It is with great regret to inform you that the founder of Gracie Jiu-Jitsu, Grandmaster Helio Gracie has passed away. Team HK would like to show their respects by continuing to preserve the martial art that has changed so many lives around the world for the better. Below are two short articles highlighting just a few of his many accomplishments and the incredible legacy he left behind:
Grandmaster Helio Gracie Passes
Submitted by:Kid Peligro / Sr Editor
Posted on : 1/29/2009
It is with deep sadness that I have to announce that the Master of Masters, the founder of gracie Jiu-Jitsu Grandmaster Helio Gracie
has passed. The Grandmaster is survived by his wife Vera, sons Rorion, Relson, Rickson, Royler, Royce and Robin and daughters Rherika
and Ricci his grandkids and the Gracie family and a family of disciples all practitioners of the art he loved .
at this time I am at a loss of words as words are not enough to describe the greatness of this man who not only developed a martial art
but along with his family fought to spread the word of its efficiency to the 4 corners of the World. As a disciple, fan and someone who
has had the priviledge of sharing the wisdom of the Grandmaster I can only say that we will all miss him dearly and he will live in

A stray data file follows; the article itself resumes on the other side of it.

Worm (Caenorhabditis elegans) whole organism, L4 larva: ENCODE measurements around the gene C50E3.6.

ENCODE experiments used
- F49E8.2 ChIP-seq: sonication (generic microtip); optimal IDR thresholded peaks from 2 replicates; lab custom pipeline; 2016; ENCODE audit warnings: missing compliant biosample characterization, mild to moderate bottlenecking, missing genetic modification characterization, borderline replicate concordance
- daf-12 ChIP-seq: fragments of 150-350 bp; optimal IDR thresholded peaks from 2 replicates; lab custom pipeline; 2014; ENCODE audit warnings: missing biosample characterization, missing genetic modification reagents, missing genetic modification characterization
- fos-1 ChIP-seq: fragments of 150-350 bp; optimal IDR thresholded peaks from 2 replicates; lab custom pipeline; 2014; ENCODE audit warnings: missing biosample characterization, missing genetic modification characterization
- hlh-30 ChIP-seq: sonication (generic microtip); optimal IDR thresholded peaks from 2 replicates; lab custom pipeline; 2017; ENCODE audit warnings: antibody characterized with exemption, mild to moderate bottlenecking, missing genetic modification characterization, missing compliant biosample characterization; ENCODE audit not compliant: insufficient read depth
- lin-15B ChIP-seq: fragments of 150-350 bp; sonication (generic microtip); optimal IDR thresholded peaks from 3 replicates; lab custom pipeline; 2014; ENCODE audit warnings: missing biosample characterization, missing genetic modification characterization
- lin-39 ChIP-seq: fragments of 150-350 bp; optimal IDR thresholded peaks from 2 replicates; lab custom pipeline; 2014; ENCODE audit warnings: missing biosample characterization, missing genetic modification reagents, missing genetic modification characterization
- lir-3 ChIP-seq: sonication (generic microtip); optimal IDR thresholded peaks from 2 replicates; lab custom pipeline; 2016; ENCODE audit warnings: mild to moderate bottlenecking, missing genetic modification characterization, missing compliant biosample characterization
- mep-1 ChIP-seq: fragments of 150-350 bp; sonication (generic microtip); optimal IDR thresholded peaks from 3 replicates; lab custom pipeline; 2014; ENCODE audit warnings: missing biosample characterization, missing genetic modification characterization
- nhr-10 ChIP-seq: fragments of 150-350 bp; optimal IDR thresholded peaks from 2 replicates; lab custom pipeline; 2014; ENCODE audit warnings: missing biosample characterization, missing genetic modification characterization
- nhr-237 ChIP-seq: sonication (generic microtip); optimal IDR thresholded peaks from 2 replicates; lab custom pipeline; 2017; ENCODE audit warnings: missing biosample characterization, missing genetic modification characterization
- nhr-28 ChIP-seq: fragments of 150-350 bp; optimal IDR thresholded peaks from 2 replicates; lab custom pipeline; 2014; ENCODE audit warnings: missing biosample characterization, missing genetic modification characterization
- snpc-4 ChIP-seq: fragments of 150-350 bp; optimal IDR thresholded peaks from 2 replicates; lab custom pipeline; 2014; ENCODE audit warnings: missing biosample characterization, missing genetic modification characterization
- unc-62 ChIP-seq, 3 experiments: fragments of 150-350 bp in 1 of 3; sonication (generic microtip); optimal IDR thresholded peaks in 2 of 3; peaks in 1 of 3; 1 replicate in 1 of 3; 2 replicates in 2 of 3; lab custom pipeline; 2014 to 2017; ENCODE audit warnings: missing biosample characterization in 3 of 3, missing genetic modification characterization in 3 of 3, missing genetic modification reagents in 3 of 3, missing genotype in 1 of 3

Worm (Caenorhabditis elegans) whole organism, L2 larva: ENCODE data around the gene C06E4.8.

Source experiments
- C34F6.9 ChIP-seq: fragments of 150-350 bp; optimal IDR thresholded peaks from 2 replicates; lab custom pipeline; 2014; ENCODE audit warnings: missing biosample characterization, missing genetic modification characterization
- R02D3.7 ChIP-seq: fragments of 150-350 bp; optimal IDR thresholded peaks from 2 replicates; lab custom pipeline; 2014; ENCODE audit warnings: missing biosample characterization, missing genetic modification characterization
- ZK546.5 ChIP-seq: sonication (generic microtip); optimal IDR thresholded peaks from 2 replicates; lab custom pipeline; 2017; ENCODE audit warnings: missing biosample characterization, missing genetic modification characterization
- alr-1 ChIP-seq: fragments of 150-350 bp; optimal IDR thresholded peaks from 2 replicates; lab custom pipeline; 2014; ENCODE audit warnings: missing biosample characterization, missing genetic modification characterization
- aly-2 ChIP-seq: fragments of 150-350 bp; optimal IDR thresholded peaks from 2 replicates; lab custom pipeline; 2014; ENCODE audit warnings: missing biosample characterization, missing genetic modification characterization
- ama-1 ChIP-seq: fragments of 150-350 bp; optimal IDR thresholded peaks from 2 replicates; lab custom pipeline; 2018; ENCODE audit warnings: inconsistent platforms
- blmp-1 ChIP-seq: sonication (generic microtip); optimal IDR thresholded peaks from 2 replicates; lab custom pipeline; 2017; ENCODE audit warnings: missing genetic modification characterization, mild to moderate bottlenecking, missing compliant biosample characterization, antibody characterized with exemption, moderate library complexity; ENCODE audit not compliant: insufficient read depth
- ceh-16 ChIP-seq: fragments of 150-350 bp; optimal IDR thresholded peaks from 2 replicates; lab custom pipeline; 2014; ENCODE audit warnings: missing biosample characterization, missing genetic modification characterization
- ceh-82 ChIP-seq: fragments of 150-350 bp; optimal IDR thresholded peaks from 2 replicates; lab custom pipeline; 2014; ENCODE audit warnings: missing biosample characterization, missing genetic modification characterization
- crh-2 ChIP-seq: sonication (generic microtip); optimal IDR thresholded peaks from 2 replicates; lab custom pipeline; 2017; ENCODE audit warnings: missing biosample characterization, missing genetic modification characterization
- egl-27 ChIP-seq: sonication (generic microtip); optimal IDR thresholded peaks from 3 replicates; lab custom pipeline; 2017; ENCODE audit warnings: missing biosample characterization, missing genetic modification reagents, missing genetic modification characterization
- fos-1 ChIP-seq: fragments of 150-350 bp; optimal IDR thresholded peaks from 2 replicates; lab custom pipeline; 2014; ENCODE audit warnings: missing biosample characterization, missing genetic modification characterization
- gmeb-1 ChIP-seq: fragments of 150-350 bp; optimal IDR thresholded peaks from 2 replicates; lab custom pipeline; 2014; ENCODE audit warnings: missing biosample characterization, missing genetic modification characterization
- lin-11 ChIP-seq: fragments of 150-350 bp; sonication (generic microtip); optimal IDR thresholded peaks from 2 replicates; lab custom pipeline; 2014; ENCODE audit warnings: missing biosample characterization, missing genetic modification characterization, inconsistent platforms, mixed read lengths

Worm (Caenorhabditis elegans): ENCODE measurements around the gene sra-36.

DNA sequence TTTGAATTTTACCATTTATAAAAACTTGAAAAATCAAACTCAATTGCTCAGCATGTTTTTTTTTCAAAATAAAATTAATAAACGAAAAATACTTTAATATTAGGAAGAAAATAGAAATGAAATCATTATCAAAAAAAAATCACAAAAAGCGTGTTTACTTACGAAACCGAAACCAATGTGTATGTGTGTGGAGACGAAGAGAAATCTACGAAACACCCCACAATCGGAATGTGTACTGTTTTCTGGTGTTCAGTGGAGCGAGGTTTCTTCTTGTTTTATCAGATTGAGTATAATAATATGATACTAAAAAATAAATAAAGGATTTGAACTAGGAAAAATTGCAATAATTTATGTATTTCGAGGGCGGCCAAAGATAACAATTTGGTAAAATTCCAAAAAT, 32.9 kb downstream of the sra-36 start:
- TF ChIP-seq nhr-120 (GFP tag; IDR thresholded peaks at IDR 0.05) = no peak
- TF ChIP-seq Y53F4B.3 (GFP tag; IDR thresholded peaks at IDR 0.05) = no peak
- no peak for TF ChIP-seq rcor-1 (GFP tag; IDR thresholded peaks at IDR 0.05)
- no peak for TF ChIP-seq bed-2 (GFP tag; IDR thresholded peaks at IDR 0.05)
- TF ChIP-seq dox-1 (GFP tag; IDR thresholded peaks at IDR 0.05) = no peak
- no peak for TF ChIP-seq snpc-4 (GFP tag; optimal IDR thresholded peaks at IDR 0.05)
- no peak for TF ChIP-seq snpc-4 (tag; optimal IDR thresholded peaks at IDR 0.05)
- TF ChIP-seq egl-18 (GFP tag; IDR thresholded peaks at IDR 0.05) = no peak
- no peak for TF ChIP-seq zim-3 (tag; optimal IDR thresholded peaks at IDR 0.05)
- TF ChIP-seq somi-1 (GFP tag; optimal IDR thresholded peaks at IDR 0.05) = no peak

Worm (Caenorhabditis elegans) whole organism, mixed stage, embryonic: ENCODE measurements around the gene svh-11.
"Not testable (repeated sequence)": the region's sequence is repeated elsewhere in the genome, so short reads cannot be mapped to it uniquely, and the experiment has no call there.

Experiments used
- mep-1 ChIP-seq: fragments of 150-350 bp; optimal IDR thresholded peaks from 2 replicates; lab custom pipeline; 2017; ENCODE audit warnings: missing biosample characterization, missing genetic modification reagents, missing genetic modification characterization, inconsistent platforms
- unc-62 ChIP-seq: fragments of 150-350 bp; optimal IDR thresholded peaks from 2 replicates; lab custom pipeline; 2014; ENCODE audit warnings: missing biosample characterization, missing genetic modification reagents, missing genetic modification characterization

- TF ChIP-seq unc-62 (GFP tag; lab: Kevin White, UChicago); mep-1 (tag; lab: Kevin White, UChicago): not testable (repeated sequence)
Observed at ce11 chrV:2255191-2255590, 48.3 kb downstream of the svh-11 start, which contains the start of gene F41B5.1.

spirit forever in all who practice and love this art.
A somber Royler put it perfectly: "He influenced all of us for the better, continues to affect and will continue to affect so many forever!"
Thursday, January 29, 2009
by Brian Knapp (firstname.lastname@example.org)
Helio Gracie, the father of Gracie jiu-jitsu, is dead at the age of 95. Gracie passed in his sleep early Thursday in Itaipaiva, Rio de Janeiro, after he had been admitted to a local hospital a few days prior for stomach problems.
“He passed the way he always wanted to –- quick and fast,” said an immediate relative, who asked not to be identified. The relative said Gracie’s body would be buried on Thursday.
The youngest of Cesalina and Gastao Gracie’s eight children, he learned traditional jiu-jitsu by watching his brother, Carlos, teach it, but his small frame made it difficult for him to execute the moves. As a result, he adapted techniques to fit his limited physical ability and gave rise to modern-day Brazilian jiu-jitsu.
Gracie was involved in two legendary fights. He lost to Masahiko Kimura -- a man who outweighed him by some 40 pounds -- in 1951 when Carlos threw in the towel after Kimura broke Gracie’s arm with the shoulder lock that now bears his name. Four years later, Gracie fought former student Valdemar Santana for nearly four hours before losing.
His impact on the sport of mixed martial arts was profound. His son, Rorion, was credited with developing the concept that became the Ultimate Fighting Championship, and another of his sons, Royce, won the first two UFC tournaments in 1993 and 1994. Two other sons, Rickson and Royler, also competed in MMA.
Gracie is survived by his wife Vera; his sons Rickson, Royler, Rolker, Royce, Relson, Robin and Rorion; his daughters Rerika and Ricci, as well as numerous siblings, nieces, nephews, and grandchildren.